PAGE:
WorkingWithStubs

Version 17

    The stub library is a port of the Shale Test Framework.  The only major difference is that the word "mock" has been replaced with "stub", see Mocks Aren't Stubs for why this decision was made. 

     

    The base of the stub library is org.jboss.jsfunit.stub.base.AbstractJsfTestCase.  By extending this class you get the following behavior.

    %%(color:green)

       public class ConcreteJsfTestCase extends AbstractJsfTestCase {
    
         public ConcreteJsfTestCase() {
              super(ConcreteJsfTestCase.class.getName());
         }
    
         public void testIdentity() {
              
              assertSame(this.facesContext, FacesContext.getCurrentInstance());
              
              assertSame(this.facesContext.getApplication(), this.application);
              
              assertSame(this.facesContext.getExternalContext().getContext(), this.servletContext);
              
              assertSame(this.facesContext.getRenderKit(), this.renderKit);
              
              assertSame(this.externalContext.getSession(false), this.session);
              
              Integer five = new Integer(5);
              request.setAttribute("five", five);
              
              assertSame(five, this.externalContext.getRequestMap().get("five"));
              
         }
         
       }
    

    %%

    Essentially the AbstractJsfTestCase provides a stubbed out JSF environment.  The fields inherited provide the fundamental building blocks of the JSF and Servlet APIs. 

     

    This gives us the ability to test how components render themselves, outside of a container.

    %%(color:green)

       public class RenderTest extends AbstractJsfTestCase {
    
         protected UIInput component;
         protected ResponseWriterStub writer ;
         
         public RenderTest() {
              super(RenderTest.class.getName());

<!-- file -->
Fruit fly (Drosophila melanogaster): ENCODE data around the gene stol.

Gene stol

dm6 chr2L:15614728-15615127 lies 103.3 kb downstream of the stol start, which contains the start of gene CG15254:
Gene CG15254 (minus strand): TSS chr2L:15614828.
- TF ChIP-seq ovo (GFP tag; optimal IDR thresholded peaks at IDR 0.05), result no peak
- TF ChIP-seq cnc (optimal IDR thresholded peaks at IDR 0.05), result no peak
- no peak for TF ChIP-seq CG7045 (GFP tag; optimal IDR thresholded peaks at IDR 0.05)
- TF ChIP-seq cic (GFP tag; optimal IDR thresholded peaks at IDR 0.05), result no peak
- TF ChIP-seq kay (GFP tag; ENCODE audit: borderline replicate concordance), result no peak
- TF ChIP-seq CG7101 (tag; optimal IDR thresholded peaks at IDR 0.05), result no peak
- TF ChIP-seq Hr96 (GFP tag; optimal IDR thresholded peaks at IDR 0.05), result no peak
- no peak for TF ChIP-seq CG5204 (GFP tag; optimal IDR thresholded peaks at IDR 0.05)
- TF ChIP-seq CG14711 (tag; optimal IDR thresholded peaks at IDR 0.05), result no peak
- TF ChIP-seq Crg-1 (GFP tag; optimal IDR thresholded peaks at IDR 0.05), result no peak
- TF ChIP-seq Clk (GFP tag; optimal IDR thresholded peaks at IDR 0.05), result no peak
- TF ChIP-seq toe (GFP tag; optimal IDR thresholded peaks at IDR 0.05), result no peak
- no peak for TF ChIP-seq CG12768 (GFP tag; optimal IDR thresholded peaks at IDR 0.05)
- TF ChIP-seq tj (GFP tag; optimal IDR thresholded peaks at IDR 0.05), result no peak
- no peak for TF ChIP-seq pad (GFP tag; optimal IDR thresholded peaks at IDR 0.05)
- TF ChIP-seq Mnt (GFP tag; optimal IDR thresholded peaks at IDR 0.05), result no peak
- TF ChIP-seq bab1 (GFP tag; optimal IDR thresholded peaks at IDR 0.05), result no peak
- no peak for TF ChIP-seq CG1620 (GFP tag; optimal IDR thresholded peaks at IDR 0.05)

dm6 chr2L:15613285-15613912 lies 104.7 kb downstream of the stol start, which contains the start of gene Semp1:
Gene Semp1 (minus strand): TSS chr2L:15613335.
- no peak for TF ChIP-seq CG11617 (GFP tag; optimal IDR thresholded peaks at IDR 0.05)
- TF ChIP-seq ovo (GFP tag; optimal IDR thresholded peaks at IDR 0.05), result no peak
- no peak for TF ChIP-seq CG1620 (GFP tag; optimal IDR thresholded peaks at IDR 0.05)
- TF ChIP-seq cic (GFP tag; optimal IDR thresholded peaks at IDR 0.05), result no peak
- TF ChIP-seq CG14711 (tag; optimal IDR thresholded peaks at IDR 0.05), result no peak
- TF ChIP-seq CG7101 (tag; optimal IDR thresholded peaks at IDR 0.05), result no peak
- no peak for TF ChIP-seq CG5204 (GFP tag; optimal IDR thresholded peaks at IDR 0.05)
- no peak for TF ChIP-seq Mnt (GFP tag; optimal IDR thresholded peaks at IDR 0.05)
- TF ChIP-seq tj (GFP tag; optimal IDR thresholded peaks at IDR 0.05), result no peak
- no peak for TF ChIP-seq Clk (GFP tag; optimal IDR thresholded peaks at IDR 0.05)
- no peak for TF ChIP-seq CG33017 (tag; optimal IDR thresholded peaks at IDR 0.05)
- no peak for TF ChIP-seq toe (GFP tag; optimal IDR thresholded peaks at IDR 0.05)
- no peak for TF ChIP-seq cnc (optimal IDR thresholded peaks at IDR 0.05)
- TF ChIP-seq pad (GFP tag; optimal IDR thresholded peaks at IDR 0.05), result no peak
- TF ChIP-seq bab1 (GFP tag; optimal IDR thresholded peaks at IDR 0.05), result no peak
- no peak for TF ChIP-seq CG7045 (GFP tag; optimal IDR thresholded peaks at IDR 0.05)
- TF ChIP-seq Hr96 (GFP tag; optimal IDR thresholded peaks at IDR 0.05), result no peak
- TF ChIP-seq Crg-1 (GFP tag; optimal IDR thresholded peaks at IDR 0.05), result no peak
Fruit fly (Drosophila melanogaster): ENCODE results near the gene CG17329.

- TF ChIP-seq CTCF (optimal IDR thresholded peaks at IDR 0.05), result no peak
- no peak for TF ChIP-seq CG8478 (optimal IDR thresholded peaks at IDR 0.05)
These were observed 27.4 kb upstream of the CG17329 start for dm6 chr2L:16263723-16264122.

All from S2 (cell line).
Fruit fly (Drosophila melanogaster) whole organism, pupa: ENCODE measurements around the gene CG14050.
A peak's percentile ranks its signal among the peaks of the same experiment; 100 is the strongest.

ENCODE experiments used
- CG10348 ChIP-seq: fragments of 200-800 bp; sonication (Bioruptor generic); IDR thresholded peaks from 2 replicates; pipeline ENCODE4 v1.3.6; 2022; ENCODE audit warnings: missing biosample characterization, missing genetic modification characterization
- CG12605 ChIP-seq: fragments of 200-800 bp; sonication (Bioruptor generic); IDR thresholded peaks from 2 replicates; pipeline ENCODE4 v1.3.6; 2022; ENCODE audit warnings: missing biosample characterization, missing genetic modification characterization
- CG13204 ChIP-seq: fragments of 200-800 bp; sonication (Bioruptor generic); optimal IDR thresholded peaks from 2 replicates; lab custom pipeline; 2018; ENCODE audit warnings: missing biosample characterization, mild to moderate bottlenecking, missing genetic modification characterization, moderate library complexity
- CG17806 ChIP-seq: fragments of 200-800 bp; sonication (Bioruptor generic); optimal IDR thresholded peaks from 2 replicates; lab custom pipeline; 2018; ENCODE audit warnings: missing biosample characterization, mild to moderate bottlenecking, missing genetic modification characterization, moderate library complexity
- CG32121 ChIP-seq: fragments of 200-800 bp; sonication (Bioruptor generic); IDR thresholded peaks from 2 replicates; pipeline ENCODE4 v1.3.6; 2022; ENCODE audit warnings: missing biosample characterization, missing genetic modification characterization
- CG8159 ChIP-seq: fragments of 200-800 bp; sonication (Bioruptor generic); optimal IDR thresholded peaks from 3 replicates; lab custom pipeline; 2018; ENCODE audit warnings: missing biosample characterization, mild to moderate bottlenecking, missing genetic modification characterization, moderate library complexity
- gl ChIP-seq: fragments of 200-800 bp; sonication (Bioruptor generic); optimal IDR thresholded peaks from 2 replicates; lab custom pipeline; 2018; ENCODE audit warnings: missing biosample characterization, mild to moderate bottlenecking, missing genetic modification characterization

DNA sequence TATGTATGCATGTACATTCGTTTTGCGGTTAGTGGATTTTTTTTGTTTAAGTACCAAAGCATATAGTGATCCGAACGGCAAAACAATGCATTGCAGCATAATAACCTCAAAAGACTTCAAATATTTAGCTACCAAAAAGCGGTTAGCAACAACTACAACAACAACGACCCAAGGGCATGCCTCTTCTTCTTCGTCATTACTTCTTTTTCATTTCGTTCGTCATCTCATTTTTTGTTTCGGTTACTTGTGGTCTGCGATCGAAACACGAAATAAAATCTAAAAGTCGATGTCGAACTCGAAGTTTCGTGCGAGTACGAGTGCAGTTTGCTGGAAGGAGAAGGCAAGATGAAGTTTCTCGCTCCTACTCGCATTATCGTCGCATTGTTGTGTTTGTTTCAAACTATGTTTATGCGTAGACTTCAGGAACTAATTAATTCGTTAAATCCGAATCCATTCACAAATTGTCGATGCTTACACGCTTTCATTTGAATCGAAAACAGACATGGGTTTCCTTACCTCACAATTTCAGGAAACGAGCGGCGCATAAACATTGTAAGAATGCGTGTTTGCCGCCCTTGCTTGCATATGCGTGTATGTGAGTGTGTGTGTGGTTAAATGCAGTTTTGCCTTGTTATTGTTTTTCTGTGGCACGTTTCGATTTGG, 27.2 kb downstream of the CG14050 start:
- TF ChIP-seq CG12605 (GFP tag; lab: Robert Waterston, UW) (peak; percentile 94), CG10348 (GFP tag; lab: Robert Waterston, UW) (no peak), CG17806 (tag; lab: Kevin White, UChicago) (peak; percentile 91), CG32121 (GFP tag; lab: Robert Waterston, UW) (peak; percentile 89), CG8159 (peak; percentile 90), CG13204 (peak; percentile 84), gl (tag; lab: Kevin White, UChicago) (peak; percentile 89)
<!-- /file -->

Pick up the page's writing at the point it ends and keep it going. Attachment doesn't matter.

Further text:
}
         
         protected void setUp() throws Exception {
    
              super.setUp();
              
              component = new HtmlInputText();
              writer = new ResponseWriterStub(new StringWriter(), null, null);
              facesContext.setResponseWriter(writer);
              facesContext.getRenderKit().addRenderer(
                        component.getFamily(),
                        component.getRendererType(),
                        new HtmlTextRenderer());
         }
    
         public void testRender() throws Exception {
    
              component.setValue("99");
    
              // simulating the render response phase
              component.encodeAll(facesContext);
                    assertTrue(writer.getWriter().toString().contains("99"));
    
         }
    
       }
    

    %%

    Notice that in the testRender method of the RenderTest we are explicitly setting the component value.  To demonstrate more of what the stub library can do, let's override this behavior.

    %%(color:green)

       public class ConverterTest extends RenderTest {
    
         public void testRender() throws Exception {
    
              // component.setValue("99");
              request.setAttribute("scoped", new Integer(99));
              component.setValueBinding("value", 
                        application.createValueBinding("#{scoped}"));
              
              component.setConverter(new IncrementConverter());
              
              component.encodeAll(facesContext);
              assertTrue(writer.getWriter().toString().contains("100"));
    
         }
         
       }
    

    %%

    In ConverterTest the component value is set via an EL expression rather than a String literal.  It is important to note that this expression is evaluated within your test suite, just as it would inside a container. 

     

    In all of the examples you've seen so far the components and/or renderers are being programmatically wired together.  Nothing wrong with that, but another option is to have the stub library parse your JSF deployment descriptor by making use of the ConfigParser.

    %%(color:green)

       public class ConverterTest2 extends RenderTest {
    
         public void testRender() throws Exception {
    
              // component.setValue("99");
              request.setAttribute("scoped", new Integer(99));
              component.setValueBinding("value", 
                        application.createValueBinding("#{scoped}"));
              
              //component.setConverter(new IncrementConverter());
              URL url = getClass().getResource("/org/jboss/jsfunit/stub/demo/faces-config.xml");
              new ConfigParser().parse(url);
              component.setConverter(application.createConverter("incrementConverter"));
              
              component.encodeAll(facesContext);
              assertTrue(writer.getWriter().toString().contains("100"));
    
         }
    
       }
    

    %%

     

    Your JSF configuration file would look something like this with above TestCase.

    %%(color:green)

      <faces-config>
    
        <converter>
          <converter-id>incrementConverter</converter-id>
          <converter-class>
               org.jboss.jsfunit.stub.demo.IncrementConverter
          </converter-class>
        </converter>
    
      </faces-config>
    
    

    %%